I’ll pray you find that perfect studio space.

    Aaron

  4. Rick catizone says:

    Looking at just the covers of those old Golden Books, they are a far cry from his amazing working on Pinnochio. Actually hard to believe it could be the same artist. I had many of those as a kid.

    Best,
    Rick

  5. Rick Tucker says:

    Bill,

    It’s good that you closed on a happy note with a clever grandson story. It’s been a hard month… and then I read about Michael Clark Duncan. I wish death would take a well deserved holiday. Maybe i’m just not seeing all the cretins he’s taking between these wonderful people but I’m feeling tired.
    Phyllis Diller was a solid staple on the television when I was growing up. She dared to be funny and funny looking, something someone recently noted that few women in the business will do anymore. That laugh and her distinctive- practically chalk board scratch- cackle will live with me until I’m gone. She was great as Peter Griffin’s Mom on Family Guy. I remember thinking what a daring character that was even for Phyllis Diller, making all that much funnier. It’s sad to know she’s gone but I’m so much better for having had the opportunity to laugh at her antics.
    Joe Kubert was that guy who really worked on my subconsciousness. I loved his work on the cover of the Losers and The Haunted Tank (I’d love see the Tank covers collected into a large format folio style book) and, of course, LOVED his work on Sgt. Rock. However, when he first took on DC’s Tarzan as the regular artist I was not taken by it. Maybe it was all those years of Russ Manning’s work being the hallmark that rough and ready, lean and weathered looking Tarzan just didn’t sit well. Feeling that way until he left the book and it became my obsession to go back and collect them. I’d been seduced by the posh and articulate lines laid down by the likes of Barry Smith, P. Craig Russell and others to such an extent that only when Joe left did I “get it” at last. I haven’t missed a beat since then and snapped up the nice DHC archives of his Tarzan and Tor books. His Fax From Sarajevo is a humanist gem along with Yossel, Gangster Jew and the incredible Abraham Stone among others. He’s probably close to, or the last of that generation too. Artists who were comic artists until the pen or brush practically dropped from their hands. He didn’t retire when he could have and we’re all the better for his work. Everyone I know who’s a Kubert follower is champing at the bit for the release of the Joe Kubert Tarzan Artist Edition from IDW. And then there’s the new Joe Kubert Presents from DC to look forward too (though, I wonder how of that was finished before….).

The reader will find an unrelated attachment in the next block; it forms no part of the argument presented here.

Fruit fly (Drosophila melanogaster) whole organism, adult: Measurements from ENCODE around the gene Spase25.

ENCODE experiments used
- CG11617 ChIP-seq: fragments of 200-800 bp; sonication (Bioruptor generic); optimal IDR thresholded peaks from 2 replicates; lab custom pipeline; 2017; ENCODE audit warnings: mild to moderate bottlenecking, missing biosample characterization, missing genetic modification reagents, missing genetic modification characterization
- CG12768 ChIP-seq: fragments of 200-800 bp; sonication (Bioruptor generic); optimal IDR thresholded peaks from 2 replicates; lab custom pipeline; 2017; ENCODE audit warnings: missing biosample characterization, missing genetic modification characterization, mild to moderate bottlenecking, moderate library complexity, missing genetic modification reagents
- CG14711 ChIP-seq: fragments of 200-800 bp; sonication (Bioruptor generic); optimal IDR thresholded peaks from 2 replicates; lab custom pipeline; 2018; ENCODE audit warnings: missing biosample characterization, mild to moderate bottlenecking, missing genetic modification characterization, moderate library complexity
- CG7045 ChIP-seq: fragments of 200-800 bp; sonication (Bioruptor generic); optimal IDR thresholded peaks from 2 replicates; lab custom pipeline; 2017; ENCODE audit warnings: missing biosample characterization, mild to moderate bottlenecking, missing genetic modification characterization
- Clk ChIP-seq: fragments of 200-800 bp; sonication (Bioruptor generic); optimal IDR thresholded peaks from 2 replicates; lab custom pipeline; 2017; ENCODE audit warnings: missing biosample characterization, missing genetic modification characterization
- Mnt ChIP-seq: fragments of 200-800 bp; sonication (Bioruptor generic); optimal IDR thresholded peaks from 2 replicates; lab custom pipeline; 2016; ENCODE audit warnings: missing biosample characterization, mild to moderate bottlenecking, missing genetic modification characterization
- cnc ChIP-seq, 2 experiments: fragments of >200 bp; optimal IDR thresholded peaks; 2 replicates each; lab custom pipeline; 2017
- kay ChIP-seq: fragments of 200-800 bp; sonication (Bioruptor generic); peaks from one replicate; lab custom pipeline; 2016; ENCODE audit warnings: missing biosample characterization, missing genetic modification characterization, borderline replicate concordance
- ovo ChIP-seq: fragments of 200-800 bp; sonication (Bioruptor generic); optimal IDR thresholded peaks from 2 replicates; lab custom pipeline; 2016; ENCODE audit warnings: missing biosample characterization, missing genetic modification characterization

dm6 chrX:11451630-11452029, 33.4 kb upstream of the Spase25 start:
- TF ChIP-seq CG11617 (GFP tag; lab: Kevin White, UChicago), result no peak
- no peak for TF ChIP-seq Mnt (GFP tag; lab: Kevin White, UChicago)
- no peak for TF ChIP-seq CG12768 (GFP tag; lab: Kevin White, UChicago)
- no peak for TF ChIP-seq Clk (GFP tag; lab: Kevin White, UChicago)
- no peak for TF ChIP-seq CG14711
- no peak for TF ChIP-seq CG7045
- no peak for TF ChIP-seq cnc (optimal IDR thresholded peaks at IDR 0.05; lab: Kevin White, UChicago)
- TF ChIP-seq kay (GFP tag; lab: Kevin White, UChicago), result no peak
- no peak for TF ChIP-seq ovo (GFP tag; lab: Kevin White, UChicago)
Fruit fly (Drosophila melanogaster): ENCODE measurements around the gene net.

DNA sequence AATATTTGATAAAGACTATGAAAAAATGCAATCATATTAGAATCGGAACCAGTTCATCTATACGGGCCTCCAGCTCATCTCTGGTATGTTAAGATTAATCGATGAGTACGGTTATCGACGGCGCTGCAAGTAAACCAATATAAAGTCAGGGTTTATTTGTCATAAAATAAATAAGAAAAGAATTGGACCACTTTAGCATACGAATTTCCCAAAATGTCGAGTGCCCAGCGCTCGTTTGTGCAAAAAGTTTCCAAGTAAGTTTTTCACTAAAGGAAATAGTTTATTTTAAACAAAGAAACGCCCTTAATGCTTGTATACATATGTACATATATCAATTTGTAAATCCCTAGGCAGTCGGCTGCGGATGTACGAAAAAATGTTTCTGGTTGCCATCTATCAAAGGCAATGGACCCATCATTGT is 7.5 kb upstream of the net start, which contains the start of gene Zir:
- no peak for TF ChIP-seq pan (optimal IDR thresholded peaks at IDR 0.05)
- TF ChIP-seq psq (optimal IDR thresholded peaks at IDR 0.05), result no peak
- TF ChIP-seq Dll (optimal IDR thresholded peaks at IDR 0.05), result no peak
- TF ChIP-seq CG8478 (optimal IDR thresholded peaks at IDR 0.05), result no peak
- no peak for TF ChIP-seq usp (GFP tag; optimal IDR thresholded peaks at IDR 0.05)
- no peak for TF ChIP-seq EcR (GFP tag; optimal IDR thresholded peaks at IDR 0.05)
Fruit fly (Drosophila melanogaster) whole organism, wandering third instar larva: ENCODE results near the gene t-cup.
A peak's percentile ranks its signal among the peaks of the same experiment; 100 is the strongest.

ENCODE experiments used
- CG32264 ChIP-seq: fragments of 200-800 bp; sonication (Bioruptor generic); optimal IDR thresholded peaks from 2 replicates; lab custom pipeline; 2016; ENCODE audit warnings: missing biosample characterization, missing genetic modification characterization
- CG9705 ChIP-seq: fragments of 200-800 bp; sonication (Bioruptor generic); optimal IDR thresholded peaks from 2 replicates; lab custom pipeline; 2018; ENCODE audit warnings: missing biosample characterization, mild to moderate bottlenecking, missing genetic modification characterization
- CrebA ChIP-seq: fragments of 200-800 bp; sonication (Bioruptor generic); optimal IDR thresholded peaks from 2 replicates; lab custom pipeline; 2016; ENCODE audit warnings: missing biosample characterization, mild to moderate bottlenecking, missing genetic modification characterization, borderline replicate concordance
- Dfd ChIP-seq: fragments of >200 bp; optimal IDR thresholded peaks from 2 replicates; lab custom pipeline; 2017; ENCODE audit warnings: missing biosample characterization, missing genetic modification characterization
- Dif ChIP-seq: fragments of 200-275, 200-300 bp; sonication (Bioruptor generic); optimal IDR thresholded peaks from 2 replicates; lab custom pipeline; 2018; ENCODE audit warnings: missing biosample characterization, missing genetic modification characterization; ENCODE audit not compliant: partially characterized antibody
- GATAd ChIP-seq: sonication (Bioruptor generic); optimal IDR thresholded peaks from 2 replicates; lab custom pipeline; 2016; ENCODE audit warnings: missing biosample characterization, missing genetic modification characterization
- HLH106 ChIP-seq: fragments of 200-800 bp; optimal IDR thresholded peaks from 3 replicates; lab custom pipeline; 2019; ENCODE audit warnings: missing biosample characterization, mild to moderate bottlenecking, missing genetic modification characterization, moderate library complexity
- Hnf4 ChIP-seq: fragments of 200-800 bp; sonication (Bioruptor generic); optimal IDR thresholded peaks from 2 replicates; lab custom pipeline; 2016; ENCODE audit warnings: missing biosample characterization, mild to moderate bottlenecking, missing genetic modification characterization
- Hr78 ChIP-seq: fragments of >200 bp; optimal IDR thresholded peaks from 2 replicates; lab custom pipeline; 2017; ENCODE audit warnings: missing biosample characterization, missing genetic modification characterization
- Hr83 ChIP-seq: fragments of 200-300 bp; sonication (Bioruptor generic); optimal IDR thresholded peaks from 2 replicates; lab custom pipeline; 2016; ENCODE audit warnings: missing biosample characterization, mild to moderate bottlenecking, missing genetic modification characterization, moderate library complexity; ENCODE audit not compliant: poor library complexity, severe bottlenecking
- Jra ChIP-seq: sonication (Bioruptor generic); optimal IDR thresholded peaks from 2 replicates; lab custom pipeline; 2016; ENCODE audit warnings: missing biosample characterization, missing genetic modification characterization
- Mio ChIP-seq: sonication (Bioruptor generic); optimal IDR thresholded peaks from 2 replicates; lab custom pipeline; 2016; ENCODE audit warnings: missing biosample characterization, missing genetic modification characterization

This age is almost over. I hope people commemorate it well before it is just another part of popular art history.

    Sorry for the long rant.

    Best to you o’ smiling Grandpa,
    R. Tucker